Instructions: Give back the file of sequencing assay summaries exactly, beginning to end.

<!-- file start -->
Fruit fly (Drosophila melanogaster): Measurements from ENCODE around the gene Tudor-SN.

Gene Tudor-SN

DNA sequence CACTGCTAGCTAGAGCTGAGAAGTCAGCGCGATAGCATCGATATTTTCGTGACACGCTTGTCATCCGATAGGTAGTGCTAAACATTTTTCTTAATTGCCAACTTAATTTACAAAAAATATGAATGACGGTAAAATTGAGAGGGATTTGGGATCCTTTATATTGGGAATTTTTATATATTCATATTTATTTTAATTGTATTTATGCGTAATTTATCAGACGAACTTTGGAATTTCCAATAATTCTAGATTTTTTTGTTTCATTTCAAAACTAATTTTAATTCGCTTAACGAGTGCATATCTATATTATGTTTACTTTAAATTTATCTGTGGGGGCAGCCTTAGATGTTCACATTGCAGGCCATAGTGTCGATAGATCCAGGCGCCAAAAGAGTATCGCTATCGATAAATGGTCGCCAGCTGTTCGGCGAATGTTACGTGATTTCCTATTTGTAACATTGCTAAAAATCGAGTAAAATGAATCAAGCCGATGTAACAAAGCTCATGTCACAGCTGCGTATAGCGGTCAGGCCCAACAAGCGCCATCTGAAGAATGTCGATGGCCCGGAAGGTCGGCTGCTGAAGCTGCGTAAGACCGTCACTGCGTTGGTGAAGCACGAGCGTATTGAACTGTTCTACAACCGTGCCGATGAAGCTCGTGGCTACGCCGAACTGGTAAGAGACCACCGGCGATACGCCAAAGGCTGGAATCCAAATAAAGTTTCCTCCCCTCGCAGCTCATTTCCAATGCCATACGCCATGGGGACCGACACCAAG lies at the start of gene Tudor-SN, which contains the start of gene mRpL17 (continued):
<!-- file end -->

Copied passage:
Fruit fly (Drosophila melanogaster): Measurements from ENCODE around the gene Tudor-SN.

Gene Tudor-SN

DNA sequence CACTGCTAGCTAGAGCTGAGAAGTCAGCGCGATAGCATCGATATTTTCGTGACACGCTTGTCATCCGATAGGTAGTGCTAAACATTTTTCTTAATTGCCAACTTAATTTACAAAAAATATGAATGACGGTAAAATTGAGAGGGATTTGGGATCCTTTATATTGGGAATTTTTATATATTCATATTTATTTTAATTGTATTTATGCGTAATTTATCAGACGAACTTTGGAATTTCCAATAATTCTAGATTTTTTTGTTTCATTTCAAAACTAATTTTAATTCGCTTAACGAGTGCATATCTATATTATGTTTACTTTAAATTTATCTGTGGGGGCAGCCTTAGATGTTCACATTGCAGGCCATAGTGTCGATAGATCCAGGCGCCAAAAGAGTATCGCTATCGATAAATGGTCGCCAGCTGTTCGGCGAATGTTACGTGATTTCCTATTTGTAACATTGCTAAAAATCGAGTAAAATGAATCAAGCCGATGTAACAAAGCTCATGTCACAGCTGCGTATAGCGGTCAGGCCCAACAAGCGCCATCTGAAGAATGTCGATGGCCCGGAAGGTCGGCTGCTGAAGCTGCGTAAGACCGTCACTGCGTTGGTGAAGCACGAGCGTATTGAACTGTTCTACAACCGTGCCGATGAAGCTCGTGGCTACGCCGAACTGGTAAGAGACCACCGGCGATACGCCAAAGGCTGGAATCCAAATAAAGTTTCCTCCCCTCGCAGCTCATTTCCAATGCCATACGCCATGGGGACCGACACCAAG lies at the start of gene Tudor-SN, which contains the start of gene mRpL17 (continued):